The Baltimore Museum of Industry will take you back in time to the early industrial roots of the city.

If you’re looking for a fun, educational experience near the Inner Harbor of Baltimore, look no further than the Baltimore Museum of Industry. Located off the Key Highway near Federal Hill, this museum is a living catalog of the City of Baltimore during the midst of the Industrial Revolution. The museum showcases several early American industries including steel, textiles, canning, and printing.

The museum’s location is a big part of its allure, right on the water in an old oyster cannery. Once inside, you’ll be transported back to the early days when the city was a bustling, industrial business hub. Each section of the museum is decorated with period nostalgia and a healthy dose of neon. Learn how seamstresses made essential items like clothing, how workers made it through a day's work in a cannery, and the operation of early large scale printing presses. In addition to the larger exhibits, the walls are filled with smaller representations of the products, companies, and people that made industrial Baltimore.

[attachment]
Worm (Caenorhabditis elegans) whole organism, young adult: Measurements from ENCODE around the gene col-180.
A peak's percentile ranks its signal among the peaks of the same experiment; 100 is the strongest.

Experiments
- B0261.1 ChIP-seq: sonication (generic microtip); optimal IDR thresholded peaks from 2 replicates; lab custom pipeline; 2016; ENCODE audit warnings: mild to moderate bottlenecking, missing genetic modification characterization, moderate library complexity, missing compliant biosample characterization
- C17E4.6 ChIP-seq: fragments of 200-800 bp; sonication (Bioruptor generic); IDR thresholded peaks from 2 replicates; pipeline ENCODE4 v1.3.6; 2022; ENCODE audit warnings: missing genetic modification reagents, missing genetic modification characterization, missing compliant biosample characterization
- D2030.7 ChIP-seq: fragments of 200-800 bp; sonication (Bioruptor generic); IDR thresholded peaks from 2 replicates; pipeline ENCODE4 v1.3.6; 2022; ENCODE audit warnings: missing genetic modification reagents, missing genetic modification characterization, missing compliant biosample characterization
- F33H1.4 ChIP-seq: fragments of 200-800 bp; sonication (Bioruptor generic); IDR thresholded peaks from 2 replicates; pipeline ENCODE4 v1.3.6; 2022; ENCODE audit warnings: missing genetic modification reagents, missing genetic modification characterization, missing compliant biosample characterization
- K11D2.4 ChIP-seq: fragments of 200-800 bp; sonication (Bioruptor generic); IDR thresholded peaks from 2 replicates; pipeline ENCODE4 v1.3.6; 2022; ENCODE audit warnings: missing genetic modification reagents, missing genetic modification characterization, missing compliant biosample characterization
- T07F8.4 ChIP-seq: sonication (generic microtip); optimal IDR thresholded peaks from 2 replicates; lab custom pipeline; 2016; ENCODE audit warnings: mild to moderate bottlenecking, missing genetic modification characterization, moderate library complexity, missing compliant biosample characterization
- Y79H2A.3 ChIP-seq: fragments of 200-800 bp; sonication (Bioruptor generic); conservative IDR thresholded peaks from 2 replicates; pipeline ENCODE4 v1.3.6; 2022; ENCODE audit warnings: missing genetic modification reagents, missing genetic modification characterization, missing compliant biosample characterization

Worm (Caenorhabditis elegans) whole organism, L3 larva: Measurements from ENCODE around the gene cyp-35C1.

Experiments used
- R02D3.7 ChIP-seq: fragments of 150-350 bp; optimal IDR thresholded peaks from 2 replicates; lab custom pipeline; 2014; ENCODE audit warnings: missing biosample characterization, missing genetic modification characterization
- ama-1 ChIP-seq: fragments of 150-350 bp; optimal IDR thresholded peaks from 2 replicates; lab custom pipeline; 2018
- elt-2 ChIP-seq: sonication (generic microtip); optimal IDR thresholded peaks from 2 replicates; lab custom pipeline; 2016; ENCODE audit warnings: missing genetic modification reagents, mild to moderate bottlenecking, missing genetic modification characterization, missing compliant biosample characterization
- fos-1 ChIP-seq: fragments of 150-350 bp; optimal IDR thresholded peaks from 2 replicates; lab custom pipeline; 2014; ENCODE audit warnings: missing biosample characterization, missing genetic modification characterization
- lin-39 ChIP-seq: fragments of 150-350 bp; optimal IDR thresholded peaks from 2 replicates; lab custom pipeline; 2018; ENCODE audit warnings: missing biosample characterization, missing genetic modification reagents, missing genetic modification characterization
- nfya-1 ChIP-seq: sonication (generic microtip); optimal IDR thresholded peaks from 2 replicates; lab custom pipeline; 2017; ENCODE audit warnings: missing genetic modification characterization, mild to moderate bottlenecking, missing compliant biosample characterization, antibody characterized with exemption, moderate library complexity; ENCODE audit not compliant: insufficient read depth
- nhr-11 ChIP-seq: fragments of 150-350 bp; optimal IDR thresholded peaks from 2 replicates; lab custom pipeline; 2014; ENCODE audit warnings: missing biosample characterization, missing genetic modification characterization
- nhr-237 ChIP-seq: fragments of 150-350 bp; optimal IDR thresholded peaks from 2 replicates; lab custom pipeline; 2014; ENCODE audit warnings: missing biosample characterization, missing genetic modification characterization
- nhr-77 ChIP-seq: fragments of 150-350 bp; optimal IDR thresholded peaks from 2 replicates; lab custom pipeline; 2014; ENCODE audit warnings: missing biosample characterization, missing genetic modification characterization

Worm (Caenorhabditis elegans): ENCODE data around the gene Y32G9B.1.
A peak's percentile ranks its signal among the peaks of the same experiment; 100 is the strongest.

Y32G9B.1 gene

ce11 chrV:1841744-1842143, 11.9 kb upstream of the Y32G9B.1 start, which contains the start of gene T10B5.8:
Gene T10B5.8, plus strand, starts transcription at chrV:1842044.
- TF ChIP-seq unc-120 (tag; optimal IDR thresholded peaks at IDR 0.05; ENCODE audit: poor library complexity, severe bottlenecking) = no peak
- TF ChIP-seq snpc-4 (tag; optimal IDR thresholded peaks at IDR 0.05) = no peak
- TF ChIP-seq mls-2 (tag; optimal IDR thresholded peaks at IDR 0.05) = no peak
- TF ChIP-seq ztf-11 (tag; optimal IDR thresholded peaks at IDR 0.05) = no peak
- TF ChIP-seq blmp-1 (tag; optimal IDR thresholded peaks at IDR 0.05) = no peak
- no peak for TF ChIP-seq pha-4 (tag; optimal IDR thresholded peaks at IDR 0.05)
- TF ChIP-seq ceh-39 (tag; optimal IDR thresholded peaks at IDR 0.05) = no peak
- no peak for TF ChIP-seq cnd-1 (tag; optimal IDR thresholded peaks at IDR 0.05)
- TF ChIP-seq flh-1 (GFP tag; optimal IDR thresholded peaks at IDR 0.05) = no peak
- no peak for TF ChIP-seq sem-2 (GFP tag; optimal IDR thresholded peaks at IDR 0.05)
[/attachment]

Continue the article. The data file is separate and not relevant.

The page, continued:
The "Baltimore" Steam Tugboat, Christa Emmer

The "Baltimore" Steam Tugboat, courtesy of Christa Emmer

Visitors can wander through the museum on their own, with a tour guide, or via a pre-recorded tour. Guided tours are available on the weekends and select weekdays during the summer. Tours are included with admission and offer a more comprehensive look at the exhibits along with demonstrations in the machine or print shop.

The Baltimore Museum of Industry is open Tuesday through Sunday from 10 a.m. to 4 p.m. Admission is $12 for adults, $9 for seniors, and $7 for students and kids 7 to 18. Kids under 6 are free, and the museum is part of the Museums for All program.

Parking is free, and don’t forget to check out the crane and steam tugboat, the “Baltimore,” located outside the museum. The parking lot also has great views of the harbor and the Domino Sugar sign.

What do you think? Have you been to the Baltimore Museum of Industry before? Tell us in the comments!